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Cambridge-based Moderna will launch a clinical trial to study a potential COVID-19 booster shot after finding that its vaccine does not produce as significant a response to a new variant of the highly infectious virus first detected in South Africa, the company announced Monday.
Moderna said the vaccine is still protective against two new, more infectious variants — B.1.1.7, first identified in the United Kingdom, and B.1.351, first identified in South Africa — but that it produces six times fewer neutralizing antibodies in cases of the South African variant.
In response, Moderna plans to test a booster of its two-dose vaccine to increase immunization against new strains and start a clinical study of another booster aimed specifically at the B.1.351 strain.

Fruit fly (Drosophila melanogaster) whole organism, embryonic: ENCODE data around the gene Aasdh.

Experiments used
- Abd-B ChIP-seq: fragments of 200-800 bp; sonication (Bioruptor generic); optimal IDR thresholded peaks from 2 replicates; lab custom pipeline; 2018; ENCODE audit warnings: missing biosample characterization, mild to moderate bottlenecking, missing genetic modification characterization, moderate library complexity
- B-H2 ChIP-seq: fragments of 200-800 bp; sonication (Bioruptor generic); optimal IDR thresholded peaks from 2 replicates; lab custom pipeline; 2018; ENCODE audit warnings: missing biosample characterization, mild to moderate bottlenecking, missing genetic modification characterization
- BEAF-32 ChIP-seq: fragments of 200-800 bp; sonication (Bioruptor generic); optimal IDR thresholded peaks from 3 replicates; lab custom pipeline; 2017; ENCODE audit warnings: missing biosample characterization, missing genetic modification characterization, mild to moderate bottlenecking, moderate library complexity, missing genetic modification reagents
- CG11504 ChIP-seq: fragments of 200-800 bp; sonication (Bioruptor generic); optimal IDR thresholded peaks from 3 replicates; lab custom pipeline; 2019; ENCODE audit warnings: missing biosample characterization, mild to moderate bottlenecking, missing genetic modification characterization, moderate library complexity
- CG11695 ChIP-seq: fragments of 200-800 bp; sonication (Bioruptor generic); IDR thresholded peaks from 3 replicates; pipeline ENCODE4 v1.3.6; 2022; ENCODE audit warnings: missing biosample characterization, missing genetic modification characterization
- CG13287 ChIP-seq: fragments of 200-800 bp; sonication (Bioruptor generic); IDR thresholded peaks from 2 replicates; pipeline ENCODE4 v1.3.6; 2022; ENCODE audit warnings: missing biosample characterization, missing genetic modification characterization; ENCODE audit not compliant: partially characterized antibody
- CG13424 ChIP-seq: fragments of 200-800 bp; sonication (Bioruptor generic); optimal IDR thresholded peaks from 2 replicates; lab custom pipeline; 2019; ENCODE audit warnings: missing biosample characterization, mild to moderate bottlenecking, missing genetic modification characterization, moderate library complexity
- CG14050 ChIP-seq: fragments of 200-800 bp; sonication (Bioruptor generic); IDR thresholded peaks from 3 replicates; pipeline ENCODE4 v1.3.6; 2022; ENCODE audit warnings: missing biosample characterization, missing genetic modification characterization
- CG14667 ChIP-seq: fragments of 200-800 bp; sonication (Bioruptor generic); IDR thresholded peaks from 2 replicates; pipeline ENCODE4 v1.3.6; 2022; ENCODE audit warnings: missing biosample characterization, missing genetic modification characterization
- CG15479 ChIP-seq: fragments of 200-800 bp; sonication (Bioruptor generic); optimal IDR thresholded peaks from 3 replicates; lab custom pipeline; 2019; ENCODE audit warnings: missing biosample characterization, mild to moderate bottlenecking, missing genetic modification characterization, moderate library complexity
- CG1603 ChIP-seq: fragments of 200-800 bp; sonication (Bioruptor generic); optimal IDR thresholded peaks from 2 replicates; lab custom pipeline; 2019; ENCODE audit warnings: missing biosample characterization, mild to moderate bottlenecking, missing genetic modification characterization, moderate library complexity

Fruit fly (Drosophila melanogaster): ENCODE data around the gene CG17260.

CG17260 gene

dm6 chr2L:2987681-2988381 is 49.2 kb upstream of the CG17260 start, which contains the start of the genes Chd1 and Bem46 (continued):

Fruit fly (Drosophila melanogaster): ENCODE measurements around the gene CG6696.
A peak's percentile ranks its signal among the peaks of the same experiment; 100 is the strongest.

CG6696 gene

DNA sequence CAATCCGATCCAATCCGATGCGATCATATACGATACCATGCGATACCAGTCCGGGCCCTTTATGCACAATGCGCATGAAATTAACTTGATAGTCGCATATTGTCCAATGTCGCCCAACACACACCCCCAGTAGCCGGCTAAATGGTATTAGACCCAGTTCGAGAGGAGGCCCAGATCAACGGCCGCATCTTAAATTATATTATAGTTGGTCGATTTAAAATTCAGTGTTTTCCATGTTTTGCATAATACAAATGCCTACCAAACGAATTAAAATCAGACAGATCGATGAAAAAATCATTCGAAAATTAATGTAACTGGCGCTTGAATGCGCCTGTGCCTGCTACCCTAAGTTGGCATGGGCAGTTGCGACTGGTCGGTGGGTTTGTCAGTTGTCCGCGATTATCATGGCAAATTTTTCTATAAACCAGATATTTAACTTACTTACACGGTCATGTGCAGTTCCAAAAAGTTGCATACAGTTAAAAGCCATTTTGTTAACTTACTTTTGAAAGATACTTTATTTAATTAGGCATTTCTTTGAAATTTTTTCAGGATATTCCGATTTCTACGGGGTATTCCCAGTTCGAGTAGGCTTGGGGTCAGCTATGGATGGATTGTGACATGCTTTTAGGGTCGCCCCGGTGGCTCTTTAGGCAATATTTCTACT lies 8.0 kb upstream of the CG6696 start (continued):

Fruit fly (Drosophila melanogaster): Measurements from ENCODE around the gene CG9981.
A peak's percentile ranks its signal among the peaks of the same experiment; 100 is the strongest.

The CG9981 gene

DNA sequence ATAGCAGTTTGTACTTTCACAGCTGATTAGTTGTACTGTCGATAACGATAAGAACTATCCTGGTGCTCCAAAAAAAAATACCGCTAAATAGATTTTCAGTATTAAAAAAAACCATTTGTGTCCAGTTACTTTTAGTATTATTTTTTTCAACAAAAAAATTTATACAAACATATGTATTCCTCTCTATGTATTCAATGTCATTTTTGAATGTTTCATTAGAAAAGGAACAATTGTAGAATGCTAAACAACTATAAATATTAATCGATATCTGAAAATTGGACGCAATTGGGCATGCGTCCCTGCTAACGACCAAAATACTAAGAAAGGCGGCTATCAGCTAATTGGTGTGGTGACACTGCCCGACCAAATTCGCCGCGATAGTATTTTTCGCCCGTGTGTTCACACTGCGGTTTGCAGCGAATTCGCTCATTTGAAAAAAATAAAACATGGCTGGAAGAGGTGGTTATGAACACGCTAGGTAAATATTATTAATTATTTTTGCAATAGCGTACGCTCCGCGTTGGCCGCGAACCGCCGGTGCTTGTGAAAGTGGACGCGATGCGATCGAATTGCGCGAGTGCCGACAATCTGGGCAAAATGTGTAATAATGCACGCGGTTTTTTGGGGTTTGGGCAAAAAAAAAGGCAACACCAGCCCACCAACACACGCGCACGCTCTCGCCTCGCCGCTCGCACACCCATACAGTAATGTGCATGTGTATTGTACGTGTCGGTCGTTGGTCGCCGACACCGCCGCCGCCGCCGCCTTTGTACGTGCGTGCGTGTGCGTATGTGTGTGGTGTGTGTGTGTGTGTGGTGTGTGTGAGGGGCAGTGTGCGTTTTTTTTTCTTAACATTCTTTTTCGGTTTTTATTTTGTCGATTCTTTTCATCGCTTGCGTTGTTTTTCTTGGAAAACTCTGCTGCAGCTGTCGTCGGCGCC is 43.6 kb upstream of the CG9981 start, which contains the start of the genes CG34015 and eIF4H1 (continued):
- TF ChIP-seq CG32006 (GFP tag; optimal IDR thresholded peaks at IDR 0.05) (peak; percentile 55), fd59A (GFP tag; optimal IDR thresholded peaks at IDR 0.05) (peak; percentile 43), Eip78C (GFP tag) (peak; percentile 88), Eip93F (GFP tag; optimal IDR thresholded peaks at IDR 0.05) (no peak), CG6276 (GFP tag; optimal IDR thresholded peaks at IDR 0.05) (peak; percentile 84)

"As we seek to defeat the COVID-19 virus, which has created a worldwide pandemic, we believe it is imperative to be proactive as the virus evolves. We are encouraged by these new data, which reinforce our confidence that the Moderna COVID-19 Vaccine should be protective against these newly detected variants," Moderna CEO Stephane Bancel said in a statement. "Out of an abundance of caution and leveraging the flexibility of our mRNA platform, we are advancing an emerging variant booster candidate against the variant first identified in the Republic of South Africa into the clinic to determine if it will be more effective to boost titers against this and potentially future variants."
Bancel did not offer a timeframe for the clinical trial.
State public health officials announced last week that they have detected the UK-originated variant in Massachusetts, but it is not clear if the Department of Public Health has found any cases of the second new strain.
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